Letter-to-the Editor: A Response to Hard Shilling for the School System’s Digital Initiative

Posted: May 27, 2014 in Uncategorized

by Rowan Free Press

Will McCubbins, Granite Quarry

♦ This latest hard sell campaign by the school system comes as no small surprise for readers who witnessed the Salisbury Post’s various over-the-top shilling for the school system and the City. You know the failed 329 S. Main Taj Mahal campaign and the Fibrant Fiasco that left the Salisbury toasted. In Monday’s Post Mr. Todd Stiller’s “My Turn” about new school system’s digital initiative did nothing to advance the cause. He presented a case based on “name dropping”, “bandwagon effect”, and a lack of any factual information.

The first of his many errors was to compare a fairly wealthy bedroom community (Mooresville) possessing upscale demographics with Salisbury and its immense 28% poverty and large numbers of illiterate kids from broken single parent homes. The demographics are completely different between Mooresville and destitute Salisbury, already hailed across the United States as the 5th ranked city with soaring 28% poverty. The census said loud and clear that 28% here struggle with poverty. The county, surrounding Salisbury, while nowhere as poor and as academically backward as its county seat, is not the equal to prosperous Mooresville, N.C. That’s where many better-off Salisbury residents are now living.

Stiller starts his attack on Karen C. Lilly-Bowyer, by writing “The letter from Karen C. Lilly-Bowyer in the Post on May 18 started with a paragraph that is factually false. Logically, the suppositions that follow it are too.” Then goes on to claim: “The 1:1 Technology Plan is without a doubt, a proven strategy for improving student learning, comprehension and test scores. Here are the facts…Every school within the Mooresville Graded School System has been recognized by the state as a School of Distinction. Every single one.”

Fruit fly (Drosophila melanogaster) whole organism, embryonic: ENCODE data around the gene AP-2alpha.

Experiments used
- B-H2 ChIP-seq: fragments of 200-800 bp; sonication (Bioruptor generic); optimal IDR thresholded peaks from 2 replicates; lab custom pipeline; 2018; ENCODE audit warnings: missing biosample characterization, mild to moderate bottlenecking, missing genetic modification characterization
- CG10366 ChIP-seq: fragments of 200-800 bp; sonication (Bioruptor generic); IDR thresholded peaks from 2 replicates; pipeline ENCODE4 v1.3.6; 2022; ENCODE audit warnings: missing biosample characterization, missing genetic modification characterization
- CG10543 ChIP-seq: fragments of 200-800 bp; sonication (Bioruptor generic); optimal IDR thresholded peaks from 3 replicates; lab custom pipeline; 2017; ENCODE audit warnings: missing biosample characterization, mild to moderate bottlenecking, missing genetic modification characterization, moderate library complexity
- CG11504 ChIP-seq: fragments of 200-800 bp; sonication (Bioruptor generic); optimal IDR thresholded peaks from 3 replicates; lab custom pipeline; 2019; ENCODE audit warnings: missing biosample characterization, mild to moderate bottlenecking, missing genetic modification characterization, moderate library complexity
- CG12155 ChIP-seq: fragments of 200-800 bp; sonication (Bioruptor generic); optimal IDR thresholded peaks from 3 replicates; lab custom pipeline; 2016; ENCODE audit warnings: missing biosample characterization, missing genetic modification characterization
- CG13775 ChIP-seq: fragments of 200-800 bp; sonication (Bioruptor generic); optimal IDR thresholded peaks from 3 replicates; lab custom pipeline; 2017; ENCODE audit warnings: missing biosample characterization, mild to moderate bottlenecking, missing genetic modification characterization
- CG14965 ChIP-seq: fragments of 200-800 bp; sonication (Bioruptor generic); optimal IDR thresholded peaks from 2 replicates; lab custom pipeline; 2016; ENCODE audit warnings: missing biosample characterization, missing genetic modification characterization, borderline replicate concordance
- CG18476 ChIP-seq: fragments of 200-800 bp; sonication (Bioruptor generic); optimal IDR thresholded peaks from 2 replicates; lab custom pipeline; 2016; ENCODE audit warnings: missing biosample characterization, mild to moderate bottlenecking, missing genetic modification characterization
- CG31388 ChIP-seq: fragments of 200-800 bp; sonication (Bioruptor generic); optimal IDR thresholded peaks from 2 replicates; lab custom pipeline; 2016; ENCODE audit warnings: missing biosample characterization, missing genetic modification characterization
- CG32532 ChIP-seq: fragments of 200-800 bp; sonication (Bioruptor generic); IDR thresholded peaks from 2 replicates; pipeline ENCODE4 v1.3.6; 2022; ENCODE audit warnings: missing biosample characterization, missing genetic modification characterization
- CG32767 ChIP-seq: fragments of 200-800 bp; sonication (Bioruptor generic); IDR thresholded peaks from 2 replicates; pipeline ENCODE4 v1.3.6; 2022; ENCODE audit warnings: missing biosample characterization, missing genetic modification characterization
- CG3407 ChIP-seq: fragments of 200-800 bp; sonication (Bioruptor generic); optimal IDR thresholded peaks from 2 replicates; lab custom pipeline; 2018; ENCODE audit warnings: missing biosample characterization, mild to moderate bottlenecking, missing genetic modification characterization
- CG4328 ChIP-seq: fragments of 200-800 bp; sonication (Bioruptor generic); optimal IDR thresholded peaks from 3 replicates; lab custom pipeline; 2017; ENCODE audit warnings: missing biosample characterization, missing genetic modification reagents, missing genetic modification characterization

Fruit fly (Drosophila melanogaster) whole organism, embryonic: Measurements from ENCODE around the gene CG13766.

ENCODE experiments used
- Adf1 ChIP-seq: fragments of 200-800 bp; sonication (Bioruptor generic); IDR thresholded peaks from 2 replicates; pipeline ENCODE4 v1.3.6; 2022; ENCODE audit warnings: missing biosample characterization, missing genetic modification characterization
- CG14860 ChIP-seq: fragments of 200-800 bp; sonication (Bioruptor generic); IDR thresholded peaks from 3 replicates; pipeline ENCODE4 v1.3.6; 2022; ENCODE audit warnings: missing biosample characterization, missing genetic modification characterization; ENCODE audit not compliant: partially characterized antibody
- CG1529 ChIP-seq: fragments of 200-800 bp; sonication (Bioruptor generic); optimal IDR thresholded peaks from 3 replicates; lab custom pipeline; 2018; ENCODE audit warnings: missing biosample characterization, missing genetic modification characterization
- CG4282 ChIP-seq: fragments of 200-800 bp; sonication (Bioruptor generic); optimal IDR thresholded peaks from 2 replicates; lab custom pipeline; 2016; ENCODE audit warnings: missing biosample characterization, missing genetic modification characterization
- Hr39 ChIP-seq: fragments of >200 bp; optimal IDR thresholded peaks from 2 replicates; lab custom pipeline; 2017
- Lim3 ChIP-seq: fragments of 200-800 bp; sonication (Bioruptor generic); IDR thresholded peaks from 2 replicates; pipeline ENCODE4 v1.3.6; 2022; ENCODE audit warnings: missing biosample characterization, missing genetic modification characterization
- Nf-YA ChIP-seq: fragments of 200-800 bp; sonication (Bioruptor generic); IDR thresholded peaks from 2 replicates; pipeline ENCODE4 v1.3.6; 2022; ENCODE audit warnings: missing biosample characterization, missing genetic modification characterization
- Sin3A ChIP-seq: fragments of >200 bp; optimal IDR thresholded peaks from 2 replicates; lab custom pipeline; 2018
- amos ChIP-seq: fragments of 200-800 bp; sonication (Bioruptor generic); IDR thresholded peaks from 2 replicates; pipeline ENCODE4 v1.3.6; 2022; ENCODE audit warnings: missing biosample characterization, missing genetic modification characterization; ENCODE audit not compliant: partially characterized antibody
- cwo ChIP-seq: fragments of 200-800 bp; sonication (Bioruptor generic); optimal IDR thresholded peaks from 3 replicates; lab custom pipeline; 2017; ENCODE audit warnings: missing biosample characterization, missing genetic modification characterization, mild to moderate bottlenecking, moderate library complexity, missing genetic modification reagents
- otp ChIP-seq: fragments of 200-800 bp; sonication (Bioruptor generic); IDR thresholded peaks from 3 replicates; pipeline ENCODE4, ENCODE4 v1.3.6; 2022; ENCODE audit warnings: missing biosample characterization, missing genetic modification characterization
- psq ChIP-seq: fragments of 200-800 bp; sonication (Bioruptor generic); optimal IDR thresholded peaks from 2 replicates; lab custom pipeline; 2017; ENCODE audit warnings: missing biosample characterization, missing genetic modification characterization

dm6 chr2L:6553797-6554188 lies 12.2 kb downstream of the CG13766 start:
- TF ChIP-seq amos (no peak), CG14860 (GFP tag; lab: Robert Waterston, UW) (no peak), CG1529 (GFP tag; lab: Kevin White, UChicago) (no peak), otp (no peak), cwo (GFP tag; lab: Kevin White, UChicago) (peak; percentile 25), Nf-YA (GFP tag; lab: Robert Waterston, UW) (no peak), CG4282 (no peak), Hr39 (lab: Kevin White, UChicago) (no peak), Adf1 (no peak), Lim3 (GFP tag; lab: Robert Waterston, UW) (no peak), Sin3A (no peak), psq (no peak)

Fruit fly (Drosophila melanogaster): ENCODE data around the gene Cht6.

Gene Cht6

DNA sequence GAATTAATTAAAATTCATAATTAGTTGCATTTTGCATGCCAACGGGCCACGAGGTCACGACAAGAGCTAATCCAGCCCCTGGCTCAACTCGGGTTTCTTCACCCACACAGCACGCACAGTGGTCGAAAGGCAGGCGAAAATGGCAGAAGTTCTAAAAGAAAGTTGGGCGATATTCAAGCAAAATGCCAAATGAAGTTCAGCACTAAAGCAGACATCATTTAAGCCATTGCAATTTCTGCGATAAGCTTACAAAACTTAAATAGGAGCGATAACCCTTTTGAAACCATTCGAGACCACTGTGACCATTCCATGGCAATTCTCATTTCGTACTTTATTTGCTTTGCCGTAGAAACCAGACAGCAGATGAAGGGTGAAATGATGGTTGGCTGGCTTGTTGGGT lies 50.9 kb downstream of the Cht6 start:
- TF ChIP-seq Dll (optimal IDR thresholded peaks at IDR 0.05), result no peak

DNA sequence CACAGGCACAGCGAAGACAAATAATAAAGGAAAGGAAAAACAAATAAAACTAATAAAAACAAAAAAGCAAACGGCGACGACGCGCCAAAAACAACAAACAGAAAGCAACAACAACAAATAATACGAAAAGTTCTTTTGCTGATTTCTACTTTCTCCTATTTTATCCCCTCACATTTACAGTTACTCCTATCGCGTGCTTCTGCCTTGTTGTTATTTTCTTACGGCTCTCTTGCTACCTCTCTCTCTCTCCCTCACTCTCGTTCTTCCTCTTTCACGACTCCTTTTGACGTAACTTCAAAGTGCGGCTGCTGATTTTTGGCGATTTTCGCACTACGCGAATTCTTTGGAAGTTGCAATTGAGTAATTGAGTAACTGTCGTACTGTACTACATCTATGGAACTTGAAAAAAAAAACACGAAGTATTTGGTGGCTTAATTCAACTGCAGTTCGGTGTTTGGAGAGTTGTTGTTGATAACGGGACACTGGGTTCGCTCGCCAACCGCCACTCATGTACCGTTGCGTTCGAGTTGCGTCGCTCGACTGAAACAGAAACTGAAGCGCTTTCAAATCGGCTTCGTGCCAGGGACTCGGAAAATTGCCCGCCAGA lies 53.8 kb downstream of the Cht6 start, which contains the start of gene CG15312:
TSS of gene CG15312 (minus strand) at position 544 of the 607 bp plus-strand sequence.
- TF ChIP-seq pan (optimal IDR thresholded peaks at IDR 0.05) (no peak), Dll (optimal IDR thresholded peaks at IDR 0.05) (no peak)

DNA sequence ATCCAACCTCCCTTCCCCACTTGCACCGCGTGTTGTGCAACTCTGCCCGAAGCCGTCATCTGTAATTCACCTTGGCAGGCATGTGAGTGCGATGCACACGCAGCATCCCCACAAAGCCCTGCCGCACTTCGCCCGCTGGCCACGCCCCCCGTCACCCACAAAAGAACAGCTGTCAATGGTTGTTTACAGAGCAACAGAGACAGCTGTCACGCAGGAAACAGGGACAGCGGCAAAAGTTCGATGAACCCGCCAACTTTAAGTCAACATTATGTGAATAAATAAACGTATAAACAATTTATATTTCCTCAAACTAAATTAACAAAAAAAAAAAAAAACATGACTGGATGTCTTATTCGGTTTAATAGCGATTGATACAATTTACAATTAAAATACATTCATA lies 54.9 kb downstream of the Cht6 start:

Ok–Stiller claims the 1:1 Technology Plan is without a doubt, a proven strategy for improving student learning, comprehension, and test scores. Yet he offers ZERO proof it would work with Rowan-Salisbury’s “school lunch kids”–those really poor kids from broken homes–the kids really needing help with literacy. There’s lots of kids in the school system that bring composite scores way down especially in Salisbury. Mooresville doesn’t have much in the way of deficient students who are troubled by the inability to read and write. Rowan-Salisbury schools, especially in Salisbury, has human waves of school lunchers.

Stiller boasts: “They (Mooresville) are one of only six out of a total of 115 school districts in the entire state of North Carolina to achieve 54 out of 54 District AYP Goals…Their composite score on all North Carolina EOC and EOG tests has them tied for fourth highest in the state. All indications are that they will soon be number one. They must be doing something right.”

Stiller’s claim that “All indications are that they will soon be number one” is nothing more than conjecture. And then he tries to impress us by using the “bandwagon effect” on the reader: “Not only are visitors coming from all over North Carolina to see how the program is done, they are coming from all over the United States. These visitors include school district personnel from the North Carolina counties of Alexander, Burke, Moore, Randolph, Wake and Watauga; and from the states of Alabama, Connecticut, Georgia, Illinois, Missouri, Texas, Virginia and Wisconsin; and even from as far away as Canada. This is an abbreviated list. Mooresville Graded School District is so busy now with visitor requests to see their successful program that they have to manage it with a waiting list.”

By chance are Apple sales reps steering all these “visitors” to Mooresville to sell them on buying into this extremely expensive program? Just asking.